Spending Bill Suggests Long Stay in Afghanistan
Congress has quietly used fiscal 2008 legislation on military construction to signal that it plans on a long-term military presence in Afghanistan.
In the recently approved supplemental funding bill for the Iraq and Afghanistan wars, legislators approved construction of a $62 million ammunition storage facility at Afghanistan's Bagram Air Base, where 12 planned "igloos" will support Army and Air Force needs.
"As a forward operating site, Bagram must be able to provide for a long term, steady state presence which is able to surge to meet theater contingency requirements," the Army said in requesting the money.
When he initially sought the funds last year, Adm. William J. Fallon, then commander of U.S. Central Command, described Bagram as "the centerpiece for the CENTCOM Master Plan for future access to and operations in Central Asia."
In another sign that U.S. troops will be there a long time, the Army requested, and Congress provided, $41 million for a 30-megawatt power plant at Bagram. It is capable of generating enough electricity for a town of more than 20,000 homes.
On the other hand, Congress eliminated the Army's request for $184 million to build power plants at five bases in Iraq. Those are to be among the final bases and support locations where troops, aircraft and equipment will be consolidated as the U.S. military presence is reduced.
In his testimony last year, Fallon said: "As smaller contingency operating sites are closed and forces are consolidated on contingency operations bases, the latter will need significantly more electricity." At present, the military uses diesel generators to power the bases.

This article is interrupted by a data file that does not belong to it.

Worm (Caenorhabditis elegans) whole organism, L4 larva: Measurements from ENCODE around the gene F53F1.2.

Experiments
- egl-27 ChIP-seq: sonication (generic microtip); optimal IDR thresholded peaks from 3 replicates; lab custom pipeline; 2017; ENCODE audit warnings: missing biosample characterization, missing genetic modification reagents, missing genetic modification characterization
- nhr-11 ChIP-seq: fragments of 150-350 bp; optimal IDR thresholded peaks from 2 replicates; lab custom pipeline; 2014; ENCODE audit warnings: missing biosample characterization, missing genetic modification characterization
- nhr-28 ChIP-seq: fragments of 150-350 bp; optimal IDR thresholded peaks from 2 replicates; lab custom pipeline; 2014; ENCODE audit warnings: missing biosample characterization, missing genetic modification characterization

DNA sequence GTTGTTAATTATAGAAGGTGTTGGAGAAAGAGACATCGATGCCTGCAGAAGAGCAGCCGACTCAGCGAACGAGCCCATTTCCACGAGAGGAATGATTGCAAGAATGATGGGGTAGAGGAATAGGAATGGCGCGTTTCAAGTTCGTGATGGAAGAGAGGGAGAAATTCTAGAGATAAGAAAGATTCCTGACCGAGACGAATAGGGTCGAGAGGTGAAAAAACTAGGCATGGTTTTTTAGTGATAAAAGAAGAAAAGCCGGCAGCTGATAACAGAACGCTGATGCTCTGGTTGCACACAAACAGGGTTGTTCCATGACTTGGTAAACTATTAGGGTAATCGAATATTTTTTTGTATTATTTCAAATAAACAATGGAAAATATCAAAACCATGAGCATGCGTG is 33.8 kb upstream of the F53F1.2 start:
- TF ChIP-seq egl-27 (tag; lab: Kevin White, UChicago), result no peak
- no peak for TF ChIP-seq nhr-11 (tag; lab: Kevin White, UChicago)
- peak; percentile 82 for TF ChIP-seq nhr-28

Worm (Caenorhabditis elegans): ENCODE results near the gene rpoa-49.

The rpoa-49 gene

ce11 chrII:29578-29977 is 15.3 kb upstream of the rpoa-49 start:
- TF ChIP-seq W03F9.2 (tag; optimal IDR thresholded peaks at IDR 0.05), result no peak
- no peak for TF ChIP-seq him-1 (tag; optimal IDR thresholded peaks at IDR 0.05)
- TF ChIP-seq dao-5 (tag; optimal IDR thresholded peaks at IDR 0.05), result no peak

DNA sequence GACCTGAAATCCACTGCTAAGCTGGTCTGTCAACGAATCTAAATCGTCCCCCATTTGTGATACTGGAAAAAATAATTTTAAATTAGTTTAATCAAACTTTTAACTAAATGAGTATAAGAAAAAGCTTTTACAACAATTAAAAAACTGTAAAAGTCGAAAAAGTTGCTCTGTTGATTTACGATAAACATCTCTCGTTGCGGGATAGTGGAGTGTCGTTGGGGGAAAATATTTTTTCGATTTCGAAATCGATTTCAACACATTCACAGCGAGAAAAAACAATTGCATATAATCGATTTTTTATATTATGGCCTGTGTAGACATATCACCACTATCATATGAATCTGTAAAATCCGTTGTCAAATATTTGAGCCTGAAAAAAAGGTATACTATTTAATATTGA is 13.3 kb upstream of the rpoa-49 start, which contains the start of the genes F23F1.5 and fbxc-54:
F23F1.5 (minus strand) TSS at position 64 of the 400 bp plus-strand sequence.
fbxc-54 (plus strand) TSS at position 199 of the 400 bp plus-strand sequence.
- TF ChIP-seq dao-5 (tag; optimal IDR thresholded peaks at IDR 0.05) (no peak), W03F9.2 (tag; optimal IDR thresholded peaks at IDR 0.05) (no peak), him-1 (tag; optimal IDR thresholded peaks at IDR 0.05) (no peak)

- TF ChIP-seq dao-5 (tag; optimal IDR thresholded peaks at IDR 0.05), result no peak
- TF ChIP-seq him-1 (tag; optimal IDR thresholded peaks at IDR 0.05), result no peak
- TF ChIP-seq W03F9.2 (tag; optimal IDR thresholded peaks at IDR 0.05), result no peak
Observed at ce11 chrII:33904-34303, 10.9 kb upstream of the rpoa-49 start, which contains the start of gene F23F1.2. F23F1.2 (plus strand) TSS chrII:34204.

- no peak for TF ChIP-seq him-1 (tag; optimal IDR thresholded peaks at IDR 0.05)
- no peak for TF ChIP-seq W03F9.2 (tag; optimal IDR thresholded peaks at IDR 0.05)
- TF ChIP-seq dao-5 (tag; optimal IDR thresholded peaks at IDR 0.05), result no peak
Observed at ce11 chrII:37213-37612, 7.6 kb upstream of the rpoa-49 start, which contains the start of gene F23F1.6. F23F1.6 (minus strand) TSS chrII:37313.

But Congress "did not want to do anything in Iraq that seemed long-term, and the power plants would have taken up to two years to complete," said one Senate staff member familiar with the decision who spoke on the condition of anonymity because she was not authorized to speak for lawmakers.
The funding plan also shows preparations to shut down Iraqi military facilities. Money was approved to build landfills, at $880,000 apiece, at five forward operating bases scheduled to be closed, including ones at Fallujah and Ramadi.
"These landfills are required to ensure we meet environmental, base camp closure, and property disposal procedures," the Army said in asking for the money.
Congress did approve $11.7 million to build a facility for juveniles held by the United States at an Iraqi army base on the outskirts of Baghdad, called Camp Constitution. A former U.S. forward operating base, it has been turned over to the Iraqi Army, which uses it as an adult detention center. Within it, however, the United States will run what it calls a Theater Internment Facility Reintegration Center for the juveniles.
Marine Maj. Gen. Douglas M. Stone, who until recently ran the U.S. detention program in Iraq, told reporters last June 9 that he separated the younger detainees at Camp Cropper each day and bused them to Camp Constitution, where they were provided schooling and athletic opportunities. That took them away, for a time, from the hardened fighters who had recruited them.
National security and intelligence reporter Walter Pincus pores over the speeches, reports, transcripts and other documents that flood Washington and every week uncovers the fine print that rarely makes headlines -- but should. If you have any items that fit the bill, please send them to firstname.lastname@example.org.